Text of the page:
Hasina Nizamee – training to teach biology

20 Jun


Hasina Nizamee began her PGCE in biology this year at Arthur Terry School, following the School Direct route into teaching. She told us about her experience so far:

My experience of teacher training has been an emotional rollercoaster. There are ‘ups’ and there are ‘downs’. But the ‘ups’ really are fantastic!

When you’re teaching a child, you can see their eyes light up with curiosity and wonder about biology. It has made me realise my potential, testing the limits of my patience, confidence, organisational skills and empathy and academic capability.

Also being a mother of two having the bursary available as a biology trainee eased any major financial worries for the duration of the course.

Finally for all those interested in teaching biology, do it! You get to teach a subject you love and you get to work with young people who can surprise you in many ways. It really is the most rewarding job you could do!

For more information on applying for teacher training, visit the Get into Teaching website.

Jon Jones on career progression

5 Jun

Jon Jones

Jon Jones is Vice Principal at Bristol Brunel Academy – Part of The Cabot Learning Federation. He took some time out from his busy schedule to answer a few questions about how and why he got into teaching, and his career path into leadership.

What was your motivation for getting into teaching?

Teaching has always been an interest for me, my first real experience was coaching at my judo club and teaching rugby at my local primary school while I was in 6th form. I caught the bug! I discovered that I enjoyed seeing students I had coached feeling success as I was playing sport myself, at that point I knew it had to be teaching and, following my passion for sport, it had to be PE.

Which route into teaching did you take and where did you study?  What made you choose this route?

I followed a traditional route in to teaching, directly from my A level study I moved on to a Bachelor of Education degree in Physical Education (Geography supportive) at The University College of St. Mark and St. John. This offered QTS and a depth of study and teaching experience spread across the four years.

What was your experience of teacher training like?

I found the support and guidance I received prepared me well for my newly qualified teacher (NQT) year, though I am sure a lot of the success I had through that year came from having a strong head of department and the support they offered. As I have moved in to senior leadership I spend a lot of my time interviewing NQTs and those new to the profession, I really enjoy this part of my job, the calibre of candidates is constantly improving. The methods of getting in to teaching are evolving, recently the Cabot Learning Federation began providing initial teacher training, the support offered to trainees and NQTs through this school-led approach is impressive. As a general rule those new colleagues who go on to be really successful are those who see their teaching practice as a journey, they are constantly seeking to evolve their own practice and improve what they do in their classroom to better meet the needs of their students.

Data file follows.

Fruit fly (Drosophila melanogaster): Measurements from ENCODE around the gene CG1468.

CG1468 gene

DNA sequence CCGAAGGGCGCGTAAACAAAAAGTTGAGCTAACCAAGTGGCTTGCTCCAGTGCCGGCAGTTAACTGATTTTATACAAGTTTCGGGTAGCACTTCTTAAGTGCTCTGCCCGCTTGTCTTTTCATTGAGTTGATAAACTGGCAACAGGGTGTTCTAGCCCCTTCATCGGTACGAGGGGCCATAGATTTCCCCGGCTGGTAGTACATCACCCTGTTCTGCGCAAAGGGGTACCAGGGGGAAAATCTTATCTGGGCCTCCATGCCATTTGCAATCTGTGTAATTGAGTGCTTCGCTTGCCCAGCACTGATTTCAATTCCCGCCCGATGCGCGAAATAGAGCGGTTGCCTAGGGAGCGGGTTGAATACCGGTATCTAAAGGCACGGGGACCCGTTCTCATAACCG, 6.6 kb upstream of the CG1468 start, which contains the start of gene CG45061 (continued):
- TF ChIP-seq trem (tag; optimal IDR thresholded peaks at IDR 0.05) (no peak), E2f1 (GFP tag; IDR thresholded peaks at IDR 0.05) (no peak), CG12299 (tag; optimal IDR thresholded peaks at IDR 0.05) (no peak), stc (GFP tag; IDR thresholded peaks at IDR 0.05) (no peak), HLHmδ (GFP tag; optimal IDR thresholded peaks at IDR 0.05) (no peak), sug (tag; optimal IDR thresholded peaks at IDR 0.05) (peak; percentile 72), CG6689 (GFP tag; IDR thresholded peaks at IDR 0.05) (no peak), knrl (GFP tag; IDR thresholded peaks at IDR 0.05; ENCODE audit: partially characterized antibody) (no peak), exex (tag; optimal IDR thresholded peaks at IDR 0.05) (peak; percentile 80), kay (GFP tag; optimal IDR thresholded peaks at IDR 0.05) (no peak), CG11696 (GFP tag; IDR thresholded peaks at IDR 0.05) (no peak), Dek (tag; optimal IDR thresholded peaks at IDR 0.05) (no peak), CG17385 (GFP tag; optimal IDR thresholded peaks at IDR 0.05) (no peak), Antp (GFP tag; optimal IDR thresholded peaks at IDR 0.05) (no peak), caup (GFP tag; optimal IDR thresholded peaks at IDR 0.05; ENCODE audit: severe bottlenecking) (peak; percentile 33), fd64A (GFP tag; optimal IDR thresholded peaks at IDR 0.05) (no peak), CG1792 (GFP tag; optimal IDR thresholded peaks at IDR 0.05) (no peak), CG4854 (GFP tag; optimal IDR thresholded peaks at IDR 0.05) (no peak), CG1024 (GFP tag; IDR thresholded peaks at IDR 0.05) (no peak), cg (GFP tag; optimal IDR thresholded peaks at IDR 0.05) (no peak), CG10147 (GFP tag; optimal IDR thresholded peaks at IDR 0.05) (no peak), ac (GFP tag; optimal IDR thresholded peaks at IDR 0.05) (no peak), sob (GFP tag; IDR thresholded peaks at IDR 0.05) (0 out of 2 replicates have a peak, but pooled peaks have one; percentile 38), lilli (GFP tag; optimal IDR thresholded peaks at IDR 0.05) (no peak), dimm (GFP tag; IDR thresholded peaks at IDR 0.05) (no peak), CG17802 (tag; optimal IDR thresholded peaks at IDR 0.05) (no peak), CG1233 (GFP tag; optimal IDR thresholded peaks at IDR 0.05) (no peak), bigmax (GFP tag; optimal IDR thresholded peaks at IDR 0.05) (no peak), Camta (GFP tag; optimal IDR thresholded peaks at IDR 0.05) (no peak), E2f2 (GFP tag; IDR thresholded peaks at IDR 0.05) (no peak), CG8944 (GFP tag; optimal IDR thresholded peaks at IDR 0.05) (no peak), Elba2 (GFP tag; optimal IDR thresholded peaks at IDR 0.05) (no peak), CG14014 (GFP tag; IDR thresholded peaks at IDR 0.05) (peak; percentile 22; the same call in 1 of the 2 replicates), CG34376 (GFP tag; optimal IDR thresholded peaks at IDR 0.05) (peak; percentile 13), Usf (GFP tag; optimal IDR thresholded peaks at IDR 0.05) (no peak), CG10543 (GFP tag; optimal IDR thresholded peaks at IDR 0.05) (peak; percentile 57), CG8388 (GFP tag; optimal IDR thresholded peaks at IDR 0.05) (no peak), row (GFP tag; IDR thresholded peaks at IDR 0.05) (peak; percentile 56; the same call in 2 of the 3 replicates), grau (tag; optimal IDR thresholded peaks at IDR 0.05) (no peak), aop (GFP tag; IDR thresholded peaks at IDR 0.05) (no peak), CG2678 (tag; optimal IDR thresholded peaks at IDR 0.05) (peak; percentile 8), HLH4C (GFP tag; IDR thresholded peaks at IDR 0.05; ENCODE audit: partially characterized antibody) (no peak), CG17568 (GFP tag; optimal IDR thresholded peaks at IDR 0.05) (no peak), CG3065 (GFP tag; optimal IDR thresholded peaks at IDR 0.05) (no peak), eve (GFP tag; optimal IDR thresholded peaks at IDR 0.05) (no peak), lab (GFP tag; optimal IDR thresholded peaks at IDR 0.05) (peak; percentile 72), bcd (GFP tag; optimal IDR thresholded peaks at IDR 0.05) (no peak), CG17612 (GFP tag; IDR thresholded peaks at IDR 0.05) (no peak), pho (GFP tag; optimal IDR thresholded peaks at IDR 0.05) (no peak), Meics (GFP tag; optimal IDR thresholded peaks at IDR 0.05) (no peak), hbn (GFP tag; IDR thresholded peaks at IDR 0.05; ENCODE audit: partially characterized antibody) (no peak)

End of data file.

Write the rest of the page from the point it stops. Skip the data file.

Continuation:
What is the best thing about teaching?

I wake up every morning and look forward to coming to work! The students are inspirational, the colleagues both teaching and non-teaching are passionate about the work they do and share the same moral purpose. Most importantly for me is that every day we go to work we build a future for our young people, we lift a community and create successful individuals – every day we make a difference.

How many years did it take you to progress from newly qualified teacher (NQT) to your current role?

I began my NQT Year in September 2002, and my career progressed as follows:

  • Head of Year in 2004
  • Zone Team Leader ( Head of Faculty ) in 2009
  • Head of Post 16 in 2010
  • Associate Assistant Principal in 2011
  • Assistant Principal 2012
  • Vice Principal 2013
  • Currently applying for my National Professional Qualification for Headship – NPQH

What support did you encounter to make the transition?

I received a wealth of support through The CLF to support my leadership development. I enrolled in the first round of the Emerging Senior Leaders Course run by the CLF and Sir David Carter. This allowed me opportunities to work with other colleagues who were aspiring to leadership roles. I also had the opportunity of a secondment to another CLF academy where I had the opportunity to shadow senior leaders. Crucial to this was the support of senior leaders and Principals, I have had the opportunity of working with inspirational leaders who have given me the time and space to develop and build my own practice as well as the responsibilities and opportunities to take on a range of challenges to test my developing leadership skills.